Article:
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Health Beat: Yoga Instructor Doreen Walsh

Doreen WalshDoreen Walsh remembers as a teenager being a passenger on a long car ride, and contemplating what would happen if they got into an accident.

"It occurred to me that the best thing to do would be to be relaxed," she said. "I really don’t know where that came from, but it made sense to me that if I should suffer physical trauma, it would be less harmful if I were not tense, if my muscles were relaxed."

It’s a consideration that determined Walsh’s journey. She shared that journey while sitting on the beach at Magens Bay, where she teaches a Sunday morning yoga class.

"Yoga is a way of life," she said, charting what she has learned over the past three decades or so. "I became intrigued in studying yoga in college at Penn State," where she majored in art education. "I’d always been interested in dance and movement, learning how the body feels. That was in the ’70s, when yoga was considered esoteric, not nearly as popular as it is today, when I began classes. I was lucky to have been exposed to it at that time."

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Walsh moved to Oregon after graduating and did her batik art while working for the Oregon Shakespeare Festival. Her brother lived on St. Thomas, working at Frenchman’s Reef as production manager, when Walsh went to visit him.

The "visit’ turned into "home," as Walsh moved to the island in 1989.

"There’s a lot more to yoga than my class," the yoga practitioner said candidly. Walsh is barely five-foot tall, with hazel eyes, freckles and auburn hair, 50-something. She has no doubt about her role in life.

"The gentle feeling one gets from yoga is the main thing that has influenced me, I think. Looking back, it was more of the physical than the philosophical. I’ve never gotten into following a guru, chanting. It’s what the physical does to you, not the other way around, which makes your mind feel good," she said.

Walsh is a thoughtful teacher; she keeps an eye on her students in classes, quick to notice when a movement appears difficult, when a student needs help with a posture.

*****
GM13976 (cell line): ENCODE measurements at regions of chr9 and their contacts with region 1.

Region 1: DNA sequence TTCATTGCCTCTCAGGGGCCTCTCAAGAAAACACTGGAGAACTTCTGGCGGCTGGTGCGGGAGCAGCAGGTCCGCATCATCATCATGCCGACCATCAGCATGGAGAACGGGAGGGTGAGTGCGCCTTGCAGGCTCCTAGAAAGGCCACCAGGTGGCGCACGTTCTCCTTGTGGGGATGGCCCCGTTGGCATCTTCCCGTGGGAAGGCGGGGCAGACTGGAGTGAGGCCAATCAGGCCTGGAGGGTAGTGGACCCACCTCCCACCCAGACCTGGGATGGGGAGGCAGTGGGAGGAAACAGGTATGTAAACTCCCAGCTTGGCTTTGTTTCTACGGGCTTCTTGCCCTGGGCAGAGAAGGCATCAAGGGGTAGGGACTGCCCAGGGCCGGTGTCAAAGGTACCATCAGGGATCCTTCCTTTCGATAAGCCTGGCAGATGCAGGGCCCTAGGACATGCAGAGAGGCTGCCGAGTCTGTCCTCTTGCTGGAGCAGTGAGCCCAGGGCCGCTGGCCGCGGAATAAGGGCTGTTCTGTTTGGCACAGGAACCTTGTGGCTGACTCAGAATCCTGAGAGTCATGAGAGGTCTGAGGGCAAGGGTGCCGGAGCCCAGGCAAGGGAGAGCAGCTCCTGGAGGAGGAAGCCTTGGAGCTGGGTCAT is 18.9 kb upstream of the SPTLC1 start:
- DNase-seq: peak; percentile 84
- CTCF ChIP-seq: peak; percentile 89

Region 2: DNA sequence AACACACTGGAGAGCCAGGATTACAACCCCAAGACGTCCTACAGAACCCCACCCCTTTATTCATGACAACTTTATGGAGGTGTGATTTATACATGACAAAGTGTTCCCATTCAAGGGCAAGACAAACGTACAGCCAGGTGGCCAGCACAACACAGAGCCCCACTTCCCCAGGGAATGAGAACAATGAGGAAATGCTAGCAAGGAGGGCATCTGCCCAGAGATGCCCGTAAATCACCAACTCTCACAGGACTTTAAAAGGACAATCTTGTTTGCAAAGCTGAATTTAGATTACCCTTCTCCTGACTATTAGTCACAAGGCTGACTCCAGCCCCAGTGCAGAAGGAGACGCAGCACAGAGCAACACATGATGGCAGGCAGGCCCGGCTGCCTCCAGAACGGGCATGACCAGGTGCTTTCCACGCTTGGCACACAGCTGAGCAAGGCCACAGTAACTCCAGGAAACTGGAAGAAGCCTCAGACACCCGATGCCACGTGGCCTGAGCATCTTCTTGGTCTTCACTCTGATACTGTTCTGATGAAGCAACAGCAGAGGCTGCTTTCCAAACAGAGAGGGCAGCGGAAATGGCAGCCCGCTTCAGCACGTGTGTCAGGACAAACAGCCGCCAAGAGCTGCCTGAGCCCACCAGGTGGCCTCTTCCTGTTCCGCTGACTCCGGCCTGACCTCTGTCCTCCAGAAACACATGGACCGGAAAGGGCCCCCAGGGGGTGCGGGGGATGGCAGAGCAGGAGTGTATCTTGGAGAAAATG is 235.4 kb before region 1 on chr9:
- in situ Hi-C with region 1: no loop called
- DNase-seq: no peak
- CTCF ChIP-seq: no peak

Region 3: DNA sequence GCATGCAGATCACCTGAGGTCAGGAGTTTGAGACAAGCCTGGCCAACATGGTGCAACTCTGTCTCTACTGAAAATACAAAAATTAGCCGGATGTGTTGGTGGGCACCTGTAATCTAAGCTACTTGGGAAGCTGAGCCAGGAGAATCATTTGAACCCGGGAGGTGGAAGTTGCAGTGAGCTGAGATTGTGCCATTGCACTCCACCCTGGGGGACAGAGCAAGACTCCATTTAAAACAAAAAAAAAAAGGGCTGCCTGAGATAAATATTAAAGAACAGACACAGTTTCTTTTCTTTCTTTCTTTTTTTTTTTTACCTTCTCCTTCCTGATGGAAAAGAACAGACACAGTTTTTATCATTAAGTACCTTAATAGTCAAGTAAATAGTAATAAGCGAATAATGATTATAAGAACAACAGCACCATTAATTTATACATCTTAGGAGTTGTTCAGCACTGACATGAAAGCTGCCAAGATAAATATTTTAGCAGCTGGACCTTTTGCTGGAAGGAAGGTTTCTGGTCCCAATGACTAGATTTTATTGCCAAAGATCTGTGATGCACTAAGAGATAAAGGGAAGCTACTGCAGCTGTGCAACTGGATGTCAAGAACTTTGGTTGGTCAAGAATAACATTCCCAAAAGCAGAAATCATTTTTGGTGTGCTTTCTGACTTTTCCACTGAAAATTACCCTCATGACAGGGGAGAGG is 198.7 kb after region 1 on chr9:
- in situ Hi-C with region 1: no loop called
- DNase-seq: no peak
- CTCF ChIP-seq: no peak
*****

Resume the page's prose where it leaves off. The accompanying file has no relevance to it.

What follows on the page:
"Each person is different," she said. "You have to be sensitive to their needs."

In her teaching she stresses "thanking your body."

"Reaching your toes is not the goal," she said. "That’s not important; the stretch is what you are going for. It won’t happen overnight. And you must thank your body, say ‘thank you’ to your muscles for trying. It’s a slow process. You have to give it some time and it will happen."

Indeed, her classes range from men and women in their 70s to younger people, mostly women, who treat themselves to her gentle admonitions regularly.

"Now," she will say while instructing her students to do, for instance, the warrior pose, "raising your hands above your head will work your heart and lungs more."

Walsh began taking classes with Muffin Landt at Magens Bay when she first moved to the island in 1989.

"Muffin would bring other teachers, and we’d do different aspects. Some stress meditative, more spiritual. Others stress more aerobic strengthening. When she had to go away, I’d teach Muffin’s classes; and when she moved for good, I took over."

Aside from Landt, Walsh has studied Margot Zimmerman, Ravi Singh, Ken Black and at the Kripalu Institute.

"When I first came to the island, there was hardly anyone practicing yoga," she said. "In fact, I think it was just Margot Zimmerman and Muffin. Now, there is a whole yoga community, teaching almost every form. The holistic health community on the island has really grown, I’m happy to say."